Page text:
It appears that Classen attempted to perform a dubious ecological study comparing prevalence rates of Type I and Type II diabetes and autism, by race. In short, he copied data from this JAMA paper for rates of diabetes by race, and then added on another column of data from this paper for autism prevalence among children aged 8 years, by race. From here, things begin to degenerate quickly, as can be handily ascertained because these data are quite easy to check. I will use the correlations between Type 1 diabetes and autism as an example. If you conduct the analysis by age group, examining the association between Type I diabetes and autism rates by race, there are no statistically significant findings—not even close. The magic p-values Classen presents are only obtained when you perform a sleight-of-hand whereby the Type I diabetes data from all age groups are counted together in one lump, and the data for autism at age 8 are counted three separate times for comparison. This might be considered to be intellectually dishonest at worst, and statistically inept at best. But regardless of the faux findings, it wouldn’t matter even if they were legit, which leads us to the third fatal flaw with this paper. Remember, all that these “analyses” fail to show is that two diseases—Type I diabetes and autism—tend to be higher in certain racial/ethnic groups when compared to others.
3. The conclusions are not supported by the data.
This may be the worst criticism that one scientist can fling at another. But in this case, I’m afraid it must be said, particularly as Classen himself admits that his conclusions are based in part on stuff that was not even included in the publication. The final sentence in this paper is as follows:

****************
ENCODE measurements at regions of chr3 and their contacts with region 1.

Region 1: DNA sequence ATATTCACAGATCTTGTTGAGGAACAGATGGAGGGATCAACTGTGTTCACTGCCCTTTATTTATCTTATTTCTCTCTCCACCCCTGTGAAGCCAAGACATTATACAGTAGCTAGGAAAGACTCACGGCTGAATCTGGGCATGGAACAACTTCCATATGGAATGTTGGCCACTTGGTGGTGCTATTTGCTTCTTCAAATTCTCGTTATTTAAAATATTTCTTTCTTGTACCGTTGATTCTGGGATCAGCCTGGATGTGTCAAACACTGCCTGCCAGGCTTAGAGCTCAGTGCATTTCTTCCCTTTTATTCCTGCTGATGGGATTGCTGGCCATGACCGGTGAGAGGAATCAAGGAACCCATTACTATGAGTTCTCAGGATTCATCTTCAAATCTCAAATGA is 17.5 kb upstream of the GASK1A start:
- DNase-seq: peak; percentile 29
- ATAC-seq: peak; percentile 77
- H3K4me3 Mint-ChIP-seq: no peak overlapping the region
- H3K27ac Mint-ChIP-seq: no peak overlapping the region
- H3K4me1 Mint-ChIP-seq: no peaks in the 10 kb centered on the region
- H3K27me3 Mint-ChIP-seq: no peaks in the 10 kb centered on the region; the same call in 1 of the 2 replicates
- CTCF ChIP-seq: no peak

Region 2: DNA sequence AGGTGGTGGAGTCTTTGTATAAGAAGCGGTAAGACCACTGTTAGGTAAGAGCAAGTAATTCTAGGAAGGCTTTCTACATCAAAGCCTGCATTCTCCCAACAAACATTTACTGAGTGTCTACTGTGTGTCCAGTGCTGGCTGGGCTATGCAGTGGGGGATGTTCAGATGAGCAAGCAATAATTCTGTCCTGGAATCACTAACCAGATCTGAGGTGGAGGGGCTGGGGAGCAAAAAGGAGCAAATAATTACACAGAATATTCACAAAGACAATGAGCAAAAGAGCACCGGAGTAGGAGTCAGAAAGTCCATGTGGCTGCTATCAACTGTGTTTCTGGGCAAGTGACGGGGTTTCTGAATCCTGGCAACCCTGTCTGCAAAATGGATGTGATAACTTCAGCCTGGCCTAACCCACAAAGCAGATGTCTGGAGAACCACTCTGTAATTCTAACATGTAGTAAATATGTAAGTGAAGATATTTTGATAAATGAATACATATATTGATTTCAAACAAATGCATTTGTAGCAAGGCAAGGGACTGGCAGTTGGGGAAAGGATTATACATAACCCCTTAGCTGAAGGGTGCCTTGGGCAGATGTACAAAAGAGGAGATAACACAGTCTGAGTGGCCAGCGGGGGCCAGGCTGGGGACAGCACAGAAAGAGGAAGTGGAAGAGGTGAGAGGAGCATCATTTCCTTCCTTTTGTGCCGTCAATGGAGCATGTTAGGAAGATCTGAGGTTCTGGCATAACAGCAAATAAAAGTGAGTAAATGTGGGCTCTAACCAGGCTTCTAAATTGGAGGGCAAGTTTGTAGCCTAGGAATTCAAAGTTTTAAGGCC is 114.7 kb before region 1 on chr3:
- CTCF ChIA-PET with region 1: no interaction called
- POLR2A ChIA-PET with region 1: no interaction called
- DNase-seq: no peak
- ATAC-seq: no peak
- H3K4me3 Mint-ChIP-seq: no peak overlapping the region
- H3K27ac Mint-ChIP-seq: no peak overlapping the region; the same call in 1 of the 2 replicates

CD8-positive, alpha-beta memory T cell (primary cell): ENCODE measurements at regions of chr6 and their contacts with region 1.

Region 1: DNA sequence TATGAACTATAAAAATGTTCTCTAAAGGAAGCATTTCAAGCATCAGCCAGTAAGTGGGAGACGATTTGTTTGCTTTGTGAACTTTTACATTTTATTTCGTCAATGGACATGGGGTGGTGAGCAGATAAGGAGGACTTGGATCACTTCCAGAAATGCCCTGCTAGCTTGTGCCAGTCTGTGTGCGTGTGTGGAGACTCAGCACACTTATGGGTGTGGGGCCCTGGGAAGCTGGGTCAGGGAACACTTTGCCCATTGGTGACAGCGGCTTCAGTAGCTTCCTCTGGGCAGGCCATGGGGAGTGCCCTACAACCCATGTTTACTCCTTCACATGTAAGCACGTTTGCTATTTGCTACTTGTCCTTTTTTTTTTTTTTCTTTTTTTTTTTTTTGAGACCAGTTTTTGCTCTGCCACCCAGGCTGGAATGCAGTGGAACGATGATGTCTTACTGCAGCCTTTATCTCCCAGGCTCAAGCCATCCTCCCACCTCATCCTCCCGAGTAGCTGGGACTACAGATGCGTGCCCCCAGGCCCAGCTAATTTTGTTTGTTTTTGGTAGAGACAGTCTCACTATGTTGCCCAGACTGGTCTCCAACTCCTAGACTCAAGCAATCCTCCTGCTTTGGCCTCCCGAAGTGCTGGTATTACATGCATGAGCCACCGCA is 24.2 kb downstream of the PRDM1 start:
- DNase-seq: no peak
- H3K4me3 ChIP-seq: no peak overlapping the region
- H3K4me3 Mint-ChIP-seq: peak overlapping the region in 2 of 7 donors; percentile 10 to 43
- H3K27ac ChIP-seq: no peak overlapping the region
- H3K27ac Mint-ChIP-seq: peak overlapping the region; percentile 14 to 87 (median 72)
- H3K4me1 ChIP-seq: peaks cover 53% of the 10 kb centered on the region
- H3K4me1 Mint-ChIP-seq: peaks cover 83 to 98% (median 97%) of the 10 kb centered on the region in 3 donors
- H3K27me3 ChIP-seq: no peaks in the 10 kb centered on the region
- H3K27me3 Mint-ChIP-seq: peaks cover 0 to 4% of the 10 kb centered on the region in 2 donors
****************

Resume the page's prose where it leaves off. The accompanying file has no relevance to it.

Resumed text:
It is the belief of the author, based in part on the data present in this manuscript that the epidemics of Type 1 diabetes and autoimmune autism are more likely than not to share the same etiological cause.
That cause, according to Classen, is vaccination. Perhaps the most striking aspect of this outrageous conclusion is that Classen did not include vaccines as a variable at all in his deeply flawed analysis. Yet somehow, he “believes” that these data support the idea that because certain diseases are diagnosed more often in one racial group than another, it can only be caused by vaccination. He ignores a plethora of other potential confounding factors, which are actually too numerous to be listed in full, but may include socioeconomic status, access to healthcare, or genetic predispositions.
4. The author has a clear conflict of interest.
Oh yes. The author is the CEO of Classen Immunotherapies, Inc., which, to his credit, he discloses the paper. But we can’t quite get away from the fact that on his company webpage, it states that Classen Immunotherapies, Inc. is
dedicated to understanding the chronic effects of vaccines and developing safer immunization methods for those who choose to be immunized.
Classen also peddles his patented “adverse event discovery and disclosure method” on his website. Thus, we have a gentleman who potentially stands to profit directly from sowing fear of vaccinations. This type of person generally stimulates cries of “Pharma Shill!” from the anti-vaxxers, yet for some reason he has been accepted into the warm, yet stupid, embrace of the anti-vax community. Curious indeed.
Thanks for stopping by, Reader.